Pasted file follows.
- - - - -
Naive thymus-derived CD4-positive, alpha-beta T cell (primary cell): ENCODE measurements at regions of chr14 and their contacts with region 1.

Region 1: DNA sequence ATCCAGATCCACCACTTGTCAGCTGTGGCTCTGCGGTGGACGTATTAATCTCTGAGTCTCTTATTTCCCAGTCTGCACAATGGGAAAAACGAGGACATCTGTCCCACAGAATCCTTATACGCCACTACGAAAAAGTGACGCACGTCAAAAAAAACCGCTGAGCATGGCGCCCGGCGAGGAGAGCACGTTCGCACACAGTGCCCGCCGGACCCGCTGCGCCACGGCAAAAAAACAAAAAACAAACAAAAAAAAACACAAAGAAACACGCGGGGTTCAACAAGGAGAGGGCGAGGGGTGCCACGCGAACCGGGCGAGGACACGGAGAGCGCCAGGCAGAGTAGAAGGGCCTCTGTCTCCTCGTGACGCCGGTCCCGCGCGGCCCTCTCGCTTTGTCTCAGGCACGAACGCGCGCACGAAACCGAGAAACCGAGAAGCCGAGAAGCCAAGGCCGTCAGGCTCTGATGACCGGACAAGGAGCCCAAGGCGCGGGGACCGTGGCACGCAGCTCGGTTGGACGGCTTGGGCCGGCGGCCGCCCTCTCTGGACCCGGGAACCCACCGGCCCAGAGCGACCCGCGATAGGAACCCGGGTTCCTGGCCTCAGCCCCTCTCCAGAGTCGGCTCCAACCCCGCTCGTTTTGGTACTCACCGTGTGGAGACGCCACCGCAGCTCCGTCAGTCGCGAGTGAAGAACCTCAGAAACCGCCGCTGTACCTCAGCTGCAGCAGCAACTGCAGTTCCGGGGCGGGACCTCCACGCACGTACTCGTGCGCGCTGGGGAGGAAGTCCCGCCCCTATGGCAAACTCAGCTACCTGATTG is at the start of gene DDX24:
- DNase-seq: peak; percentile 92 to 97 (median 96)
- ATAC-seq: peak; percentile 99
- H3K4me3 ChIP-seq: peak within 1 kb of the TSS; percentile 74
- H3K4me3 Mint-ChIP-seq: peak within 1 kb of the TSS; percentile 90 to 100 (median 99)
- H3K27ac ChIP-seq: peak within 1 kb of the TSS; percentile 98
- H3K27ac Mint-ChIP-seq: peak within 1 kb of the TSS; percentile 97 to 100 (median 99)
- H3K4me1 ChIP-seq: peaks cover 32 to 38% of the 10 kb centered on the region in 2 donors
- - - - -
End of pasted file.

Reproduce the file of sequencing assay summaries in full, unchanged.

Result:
Naive thymus-derived CD4-positive, alpha-beta T cell (primary cell): ENCODE measurements at regions of chr14 and their contacts with region 1.

Region 1: DNA sequence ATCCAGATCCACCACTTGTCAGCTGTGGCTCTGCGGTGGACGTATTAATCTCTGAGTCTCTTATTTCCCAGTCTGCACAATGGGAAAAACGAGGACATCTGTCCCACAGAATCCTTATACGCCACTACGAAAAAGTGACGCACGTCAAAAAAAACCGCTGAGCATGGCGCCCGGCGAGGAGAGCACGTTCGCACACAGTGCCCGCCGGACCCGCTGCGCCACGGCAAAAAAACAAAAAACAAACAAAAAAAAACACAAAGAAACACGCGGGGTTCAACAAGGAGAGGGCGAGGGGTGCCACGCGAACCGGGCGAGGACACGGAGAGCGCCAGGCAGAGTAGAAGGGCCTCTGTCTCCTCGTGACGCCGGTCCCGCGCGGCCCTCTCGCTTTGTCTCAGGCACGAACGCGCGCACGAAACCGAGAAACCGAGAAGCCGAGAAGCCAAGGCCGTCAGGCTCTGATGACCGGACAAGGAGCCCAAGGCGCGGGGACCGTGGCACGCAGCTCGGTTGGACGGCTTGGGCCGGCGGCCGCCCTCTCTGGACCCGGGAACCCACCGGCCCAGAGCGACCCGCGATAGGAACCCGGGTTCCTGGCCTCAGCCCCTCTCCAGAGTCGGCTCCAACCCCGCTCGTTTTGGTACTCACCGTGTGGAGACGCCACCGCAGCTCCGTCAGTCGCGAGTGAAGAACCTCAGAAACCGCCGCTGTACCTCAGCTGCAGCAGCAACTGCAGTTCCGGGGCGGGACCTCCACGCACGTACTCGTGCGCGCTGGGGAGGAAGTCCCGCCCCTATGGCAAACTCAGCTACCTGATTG is at the start of gene DDX24:
- DNase-seq: peak; percentile 92 to 97 (median 96)
- ATAC-seq: peak; percentile 99
- H3K4me3 ChIP-seq: peak within 1 kb of the TSS; percentile 74
- H3K4me3 Mint-ChIP-seq: peak within 1 kb of the TSS; percentile 90 to 100 (median 99)
- H3K27ac ChIP-seq: peak within 1 kb of the TSS; percentile 98
- H3K27ac Mint-ChIP-seq: peak within 1 kb of the TSS; percentile 97 to 100 (median 99)
- H3K4me1 ChIP-seq: peaks cover 32 to 38% of the 10 kb centered on the region in 2 donors